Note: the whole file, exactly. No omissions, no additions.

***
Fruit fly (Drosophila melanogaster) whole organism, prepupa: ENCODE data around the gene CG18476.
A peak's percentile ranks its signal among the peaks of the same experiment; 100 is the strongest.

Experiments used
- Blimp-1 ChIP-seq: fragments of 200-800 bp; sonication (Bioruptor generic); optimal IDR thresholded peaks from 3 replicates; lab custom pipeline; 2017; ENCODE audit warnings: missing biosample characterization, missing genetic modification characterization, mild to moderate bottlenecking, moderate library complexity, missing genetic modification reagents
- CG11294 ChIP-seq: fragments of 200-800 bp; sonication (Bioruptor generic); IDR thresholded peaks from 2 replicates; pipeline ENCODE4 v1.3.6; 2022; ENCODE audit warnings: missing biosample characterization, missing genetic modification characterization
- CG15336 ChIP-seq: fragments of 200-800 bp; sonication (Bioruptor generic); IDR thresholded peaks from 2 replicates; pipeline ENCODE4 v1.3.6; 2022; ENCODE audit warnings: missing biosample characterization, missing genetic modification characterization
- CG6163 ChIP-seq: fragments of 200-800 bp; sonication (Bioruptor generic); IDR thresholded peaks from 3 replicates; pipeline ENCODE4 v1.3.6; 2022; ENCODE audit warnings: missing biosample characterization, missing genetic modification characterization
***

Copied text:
Fruit fly (Drosophila melanogaster) whole organism, prepupa: ENCODE data around the gene CG18476.
A peak's percentile ranks its signal among the peaks of the same experiment; 100 is the strongest.

Experiments used
- Blimp-1 ChIP-seq: fragments of 200-800 bp; sonication (Bioruptor generic); optimal IDR thresholded peaks from 3 replicates; lab custom pipeline; 2017; ENCODE audit warnings: missing biosample characterization, missing genetic modification characterization, mild to moderate bottlenecking, moderate library complexity, missing genetic modification reagents
- CG11294 ChIP-seq: fragments of 200-800 bp; sonication (Bioruptor generic); IDR thresholded peaks from 2 replicates; pipeline ENCODE4 v1.3.6; 2022; ENCODE audit warnings: missing biosample characterization, missing genetic modification characterization
- CG15336 ChIP-seq: fragments of 200-800 bp; sonication (Bioruptor generic); IDR thresholded peaks from 2 replicates; pipeline ENCODE4 v1.3.6; 2022; ENCODE audit warnings: missing biosample characterization, missing genetic modification characterization
- CG6163 ChIP-seq: fragments of 200-800 bp; sonication (Bioruptor generic); IDR thresholded peaks from 3 replicates; pipeline ENCODE4 v1.3.6; 2022; ENCODE audit warnings: missing biosample characterization, missing genetic modification characterization